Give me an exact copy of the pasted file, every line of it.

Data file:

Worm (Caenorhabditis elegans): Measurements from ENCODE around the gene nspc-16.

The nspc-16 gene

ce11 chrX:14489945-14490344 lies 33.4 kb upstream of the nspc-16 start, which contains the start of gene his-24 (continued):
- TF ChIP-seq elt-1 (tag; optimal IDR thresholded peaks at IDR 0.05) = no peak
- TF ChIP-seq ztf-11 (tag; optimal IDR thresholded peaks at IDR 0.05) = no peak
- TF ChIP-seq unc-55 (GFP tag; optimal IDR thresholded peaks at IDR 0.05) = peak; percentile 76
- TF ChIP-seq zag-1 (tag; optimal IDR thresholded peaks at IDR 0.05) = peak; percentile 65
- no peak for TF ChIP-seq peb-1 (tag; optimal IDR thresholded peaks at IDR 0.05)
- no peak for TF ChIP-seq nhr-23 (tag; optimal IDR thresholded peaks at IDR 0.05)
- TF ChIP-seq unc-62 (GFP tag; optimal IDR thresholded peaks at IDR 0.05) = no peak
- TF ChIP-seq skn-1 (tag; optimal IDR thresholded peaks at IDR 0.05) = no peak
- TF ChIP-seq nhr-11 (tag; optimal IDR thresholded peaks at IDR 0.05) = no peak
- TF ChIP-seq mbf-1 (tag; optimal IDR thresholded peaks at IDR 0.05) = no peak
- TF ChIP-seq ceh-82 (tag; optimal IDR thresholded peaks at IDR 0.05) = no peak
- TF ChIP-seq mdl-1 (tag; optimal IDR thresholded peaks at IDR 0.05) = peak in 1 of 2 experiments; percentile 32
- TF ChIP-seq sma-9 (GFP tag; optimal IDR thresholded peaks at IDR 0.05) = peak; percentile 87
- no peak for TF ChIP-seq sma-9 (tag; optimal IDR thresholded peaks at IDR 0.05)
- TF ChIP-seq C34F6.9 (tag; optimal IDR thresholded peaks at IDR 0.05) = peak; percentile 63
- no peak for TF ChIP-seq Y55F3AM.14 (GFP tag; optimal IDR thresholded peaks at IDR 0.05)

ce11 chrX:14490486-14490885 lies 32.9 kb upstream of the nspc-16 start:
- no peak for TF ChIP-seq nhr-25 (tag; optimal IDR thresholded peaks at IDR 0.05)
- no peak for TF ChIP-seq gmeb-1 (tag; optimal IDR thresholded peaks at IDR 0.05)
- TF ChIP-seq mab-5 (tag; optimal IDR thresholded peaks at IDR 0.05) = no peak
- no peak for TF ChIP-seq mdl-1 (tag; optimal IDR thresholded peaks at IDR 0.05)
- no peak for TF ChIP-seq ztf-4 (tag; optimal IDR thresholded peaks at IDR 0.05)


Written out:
Worm (Caenorhabditis elegans): Measurements from ENCODE around the gene nspc-16.

The nspc-16 gene

ce11 chrX:14489945-14490344 lies 33.4 kb upstream of the nspc-16 start, which contains the start of gene his-24 (continued):
- TF ChIP-seq elt-1 (tag; optimal IDR thresholded peaks at IDR 0.05) = no peak
- TF ChIP-seq ztf-11 (tag; optimal IDR thresholded peaks at IDR 0.05) = no peak
- TF ChIP-seq unc-55 (GFP tag; optimal IDR thresholded peaks at IDR 0.05) = peak; percentile 76
- TF ChIP-seq zag-1 (tag; optimal IDR thresholded peaks at IDR 0.05) = peak; percentile 65
- no peak for TF ChIP-seq peb-1 (tag; optimal IDR thresholded peaks at IDR 0.05)
- no peak for TF ChIP-seq nhr-23 (tag; optimal IDR thresholded peaks at IDR 0.05)
- TF ChIP-seq unc-62 (GFP tag; optimal IDR thresholded peaks at IDR 0.05) = no peak
- TF ChIP-seq skn-1 (tag; optimal IDR thresholded peaks at IDR 0.05) = no peak
- TF ChIP-seq nhr-11 (tag; optimal IDR thresholded peaks at IDR 0.05) = no peak
- TF ChIP-seq mbf-1 (tag; optimal IDR thresholded peaks at IDR 0.05) = no peak
- TF ChIP-seq ceh-82 (tag; optimal IDR thresholded peaks at IDR 0.05) = no peak
- TF ChIP-seq mdl-1 (tag; optimal IDR thresholded peaks at IDR 0.05) = peak in 1 of 2 experiments; percentile 32
- TF ChIP-seq sma-9 (GFP tag; optimal IDR thresholded peaks at IDR 0.05) = peak; percentile 87
- no peak for TF ChIP-seq sma-9 (tag; optimal IDR thresholded peaks at IDR 0.05)
- TF ChIP-seq C34F6.9 (tag; optimal IDR thresholded peaks at IDR 0.05) = peak; percentile 63
- no peak for TF ChIP-seq Y55F3AM.14 (GFP tag; optimal IDR thresholded peaks at IDR 0.05)

ce11 chrX:14490486-14490885 lies 32.9 kb upstream of the nspc-16 start:
- no peak for TF ChIP-seq nhr-25 (tag; optimal IDR thresholded peaks at IDR 0.05)
- no peak for TF ChIP-seq gmeb-1 (tag; optimal IDR thresholded peaks at IDR 0.05)
- TF ChIP-seq mab-5 (tag; optimal IDR thresholded peaks at IDR 0.05) = no peak
- no peak for TF ChIP-seq mdl-1 (tag; optimal IDR thresholded peaks at IDR 0.05)
- no peak for TF ChIP-seq ztf-4 (tag; optimal IDR thresholded peaks at IDR 0.05)